Three-Dimensional Reading... Read more ....
File under: Beauty, Books, Writing & Such, Recommended
Lévi-Strauss Turns 100*
* This is where it's important to point out that legendary French anthropologist Claude Lévi-Strauss is still alive.
The Blogger I Miss Most...
... is easily Ben Vershbow, formerly of if:book.
The only post-IFB news I can find of him is a Book Expo Canada from June. I hope he is doing something appropriately awesome.
Boy, This "Gastrosnark" Category Sure Is Useful ...
Found on Ask MetaFilter: "When asked for dessert recommendations, my friend’s 8-year-old son suggested 'chocolate chip cookies with chunks of chocolate chip cookie dough in them.' How on earth can I pull off this fantastic treat?"
November 27, 2008
100 Notable Books
The NYT's annual booklist is out, in case you missed it.
(BTW, Rex's annual list of lists is also in process.)
Cranberry Sauce Recipe
If you want to make your entire house smell amazing for two hours, make this. Exactly as the recipe says. It's brilliant.
Note: The jalapenos seem like a lot at first. Just go with it. I was also tempted to put in a little more water, but I'm happy I didn't. The recipe is perfect. Trust the recipe.
Also: My other contribution to Thanksgiving dinner is creamy potatoes au gratin. I diced the onions like a few of the other reviewers did, sprinkled over a dusting of garlic salt-and-pepper seasoning, and topped the whole with bread crumbs and a handful of shredded cheese before putting it into the oven.
November 26, 2008
You Get Two Guesses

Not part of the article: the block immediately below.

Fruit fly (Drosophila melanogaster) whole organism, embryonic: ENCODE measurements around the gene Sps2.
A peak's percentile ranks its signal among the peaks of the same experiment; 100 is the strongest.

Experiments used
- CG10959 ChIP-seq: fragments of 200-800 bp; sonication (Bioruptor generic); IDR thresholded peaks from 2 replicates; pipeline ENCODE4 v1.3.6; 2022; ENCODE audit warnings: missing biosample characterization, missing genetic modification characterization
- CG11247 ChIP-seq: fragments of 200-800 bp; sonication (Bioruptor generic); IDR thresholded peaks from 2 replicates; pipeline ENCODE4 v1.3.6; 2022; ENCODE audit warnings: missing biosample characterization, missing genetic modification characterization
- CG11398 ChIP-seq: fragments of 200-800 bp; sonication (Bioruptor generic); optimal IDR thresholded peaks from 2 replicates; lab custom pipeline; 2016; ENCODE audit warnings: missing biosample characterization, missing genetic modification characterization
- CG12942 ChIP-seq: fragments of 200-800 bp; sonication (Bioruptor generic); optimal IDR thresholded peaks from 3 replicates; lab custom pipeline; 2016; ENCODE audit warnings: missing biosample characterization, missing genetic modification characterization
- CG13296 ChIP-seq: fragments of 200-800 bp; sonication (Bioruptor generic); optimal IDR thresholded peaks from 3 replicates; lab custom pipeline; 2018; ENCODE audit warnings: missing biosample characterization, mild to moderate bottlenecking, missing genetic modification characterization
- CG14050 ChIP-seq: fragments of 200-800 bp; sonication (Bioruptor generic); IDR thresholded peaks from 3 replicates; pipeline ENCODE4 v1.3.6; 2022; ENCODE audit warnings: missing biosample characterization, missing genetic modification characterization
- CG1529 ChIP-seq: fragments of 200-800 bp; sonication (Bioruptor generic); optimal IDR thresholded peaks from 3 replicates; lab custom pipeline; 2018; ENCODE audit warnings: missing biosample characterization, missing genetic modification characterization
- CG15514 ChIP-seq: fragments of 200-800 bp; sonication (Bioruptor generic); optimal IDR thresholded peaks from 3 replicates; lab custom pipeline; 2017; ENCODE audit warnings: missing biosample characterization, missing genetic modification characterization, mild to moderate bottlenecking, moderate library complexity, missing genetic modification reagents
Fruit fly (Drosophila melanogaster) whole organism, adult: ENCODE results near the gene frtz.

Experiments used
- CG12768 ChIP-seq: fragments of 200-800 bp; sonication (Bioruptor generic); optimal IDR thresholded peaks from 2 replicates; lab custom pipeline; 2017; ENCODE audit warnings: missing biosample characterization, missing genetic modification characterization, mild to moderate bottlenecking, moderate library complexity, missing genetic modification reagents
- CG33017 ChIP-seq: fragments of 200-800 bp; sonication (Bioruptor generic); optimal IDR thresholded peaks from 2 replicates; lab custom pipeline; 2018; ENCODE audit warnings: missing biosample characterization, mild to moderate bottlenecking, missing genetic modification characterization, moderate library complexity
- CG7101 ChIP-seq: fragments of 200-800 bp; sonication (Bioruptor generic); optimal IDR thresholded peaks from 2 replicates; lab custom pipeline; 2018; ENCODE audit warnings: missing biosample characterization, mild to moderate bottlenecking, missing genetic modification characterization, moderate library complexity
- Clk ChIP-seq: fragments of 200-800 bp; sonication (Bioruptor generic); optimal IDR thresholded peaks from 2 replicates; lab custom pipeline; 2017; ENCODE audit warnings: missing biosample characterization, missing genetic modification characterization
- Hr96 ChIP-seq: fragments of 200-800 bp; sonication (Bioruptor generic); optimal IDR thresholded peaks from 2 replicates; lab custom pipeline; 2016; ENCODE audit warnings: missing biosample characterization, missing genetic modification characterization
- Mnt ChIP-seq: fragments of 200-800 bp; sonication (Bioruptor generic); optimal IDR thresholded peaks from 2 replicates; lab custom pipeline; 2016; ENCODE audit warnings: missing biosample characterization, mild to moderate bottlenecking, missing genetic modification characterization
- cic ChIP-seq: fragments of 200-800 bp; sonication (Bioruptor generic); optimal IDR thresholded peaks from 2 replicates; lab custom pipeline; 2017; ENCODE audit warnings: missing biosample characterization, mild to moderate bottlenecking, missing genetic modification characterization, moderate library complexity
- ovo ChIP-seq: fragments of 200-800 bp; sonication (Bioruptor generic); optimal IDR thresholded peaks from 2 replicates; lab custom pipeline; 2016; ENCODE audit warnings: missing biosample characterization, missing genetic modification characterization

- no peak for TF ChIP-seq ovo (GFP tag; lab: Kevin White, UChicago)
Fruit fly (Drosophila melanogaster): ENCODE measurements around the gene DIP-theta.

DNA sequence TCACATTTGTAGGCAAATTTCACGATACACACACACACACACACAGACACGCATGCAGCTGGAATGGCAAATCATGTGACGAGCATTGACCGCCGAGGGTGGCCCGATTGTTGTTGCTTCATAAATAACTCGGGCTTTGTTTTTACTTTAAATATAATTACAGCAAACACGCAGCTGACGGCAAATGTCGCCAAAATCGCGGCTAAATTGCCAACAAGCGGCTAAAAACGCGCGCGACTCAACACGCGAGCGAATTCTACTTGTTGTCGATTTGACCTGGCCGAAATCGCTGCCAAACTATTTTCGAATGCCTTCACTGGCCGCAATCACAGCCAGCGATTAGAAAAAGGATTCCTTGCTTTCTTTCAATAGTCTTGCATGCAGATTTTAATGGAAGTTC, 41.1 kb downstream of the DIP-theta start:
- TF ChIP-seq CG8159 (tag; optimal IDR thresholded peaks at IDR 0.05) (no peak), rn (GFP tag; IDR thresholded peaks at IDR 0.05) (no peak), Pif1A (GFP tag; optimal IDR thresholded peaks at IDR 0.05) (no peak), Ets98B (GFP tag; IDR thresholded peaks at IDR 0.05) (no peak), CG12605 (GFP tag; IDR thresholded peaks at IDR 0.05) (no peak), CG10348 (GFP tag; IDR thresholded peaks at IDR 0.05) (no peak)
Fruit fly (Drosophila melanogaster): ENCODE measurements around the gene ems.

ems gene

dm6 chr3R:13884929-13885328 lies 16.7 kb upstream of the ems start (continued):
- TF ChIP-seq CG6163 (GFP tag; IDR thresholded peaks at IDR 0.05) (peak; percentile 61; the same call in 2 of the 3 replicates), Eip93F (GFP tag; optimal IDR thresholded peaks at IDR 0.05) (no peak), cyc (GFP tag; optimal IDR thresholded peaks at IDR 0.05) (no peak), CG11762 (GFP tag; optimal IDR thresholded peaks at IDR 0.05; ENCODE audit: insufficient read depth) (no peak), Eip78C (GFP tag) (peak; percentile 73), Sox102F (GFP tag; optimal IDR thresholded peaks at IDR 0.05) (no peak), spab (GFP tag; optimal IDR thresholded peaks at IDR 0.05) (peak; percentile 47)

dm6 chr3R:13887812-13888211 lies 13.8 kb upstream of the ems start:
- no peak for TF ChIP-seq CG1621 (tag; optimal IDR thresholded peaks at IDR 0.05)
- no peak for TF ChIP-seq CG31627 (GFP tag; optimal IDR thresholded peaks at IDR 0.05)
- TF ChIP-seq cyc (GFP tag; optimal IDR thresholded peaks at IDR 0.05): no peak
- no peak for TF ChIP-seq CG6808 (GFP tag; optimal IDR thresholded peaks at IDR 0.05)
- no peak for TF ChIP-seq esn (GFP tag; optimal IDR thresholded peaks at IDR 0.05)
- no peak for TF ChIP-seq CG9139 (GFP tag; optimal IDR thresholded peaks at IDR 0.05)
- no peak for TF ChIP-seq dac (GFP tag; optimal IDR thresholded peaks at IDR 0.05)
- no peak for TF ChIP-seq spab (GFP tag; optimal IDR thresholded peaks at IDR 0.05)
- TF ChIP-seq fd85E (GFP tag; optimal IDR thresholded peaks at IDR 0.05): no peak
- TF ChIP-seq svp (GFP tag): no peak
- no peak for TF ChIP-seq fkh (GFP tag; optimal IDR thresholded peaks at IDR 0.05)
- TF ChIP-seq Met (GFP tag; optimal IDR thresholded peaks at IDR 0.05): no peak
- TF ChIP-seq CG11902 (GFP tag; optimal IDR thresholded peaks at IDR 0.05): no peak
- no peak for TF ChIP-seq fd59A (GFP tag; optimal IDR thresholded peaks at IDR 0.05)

Does this abstract come from The Onion or The New York Times?
Modern pentathlon has been cut from five events to four in a bid to boost its popularity and stay in the Olympics, combining shooting and running into a single event.
The Two-Disc Special Edition and Blu-Ray Edition of The Dark Knight ships with a digital AVI copy of the movie; if you buy it on Amazon, you can stream it right away as an Unbox video-on-demand.
Explain to me again why Amazon couldn't make the same model work for books?
Violence to Books
Sin against the Holy Spirit: I'm debating buying a fast sheet-fed scanner and cutting up my library so I can have it with me all the time as PDFs.
Insane? Genius? Should I just get a Kindle instead?
Flat, Fast Turkey
We did Thanksgiving dinner yesterday, because we went shopping on Monday and couldn't wait. (It also worked out better with our work schedules.) We opted to try Mark Bittman's 45-minute roast turkey, with the following results:... Read more ....
Building Yourself Into Somebody
Rachel Leow with a letter to a young historian:
Only Collect; that is to say, collect everything, indiscriminately... Don't presume too much to know what's important and what isn't. Photocopy journal articles, photograph archives; create bibliographies, buy books; make notes on every article or book you read, even if it's just one line saying "Never read this again"...... Read more ....
November 25, 2008
I've got two fun US transit infrastructure data visualizations for you.
Encyclopedia Joyceana, 1904
Amardeep Singh on teaching James Joyce's Ulysses:
The encyclopedic quality of Joyce’s novel does pose somewhat of a problem for people who write about Ulysses. There is simply too much there, too many examples, too many variations on the major themes. The best essays on Ulysses tend to take a narrow theme as a focus, and use the development of that theme as a way of finding an angle or a reading of the novel. A classic structure is to take a theme that interests you, and show how it develops in three stages (possibly, amongst the novel's three major characters). For instance, if you were interested in cooking and food, you could take a look at the food that is cooked at Martello Tower in Episode 1 (where Stephen does not eat), one or more of the episodes involving Bloom eating through the middle part of the novel, and finally Molly’s own references to food and eating at the end. The goal, of course, is to find an argument that shows some sort of movement or growing awareness relating to food, as described through these three glimpses into Joyce’s characters' minds.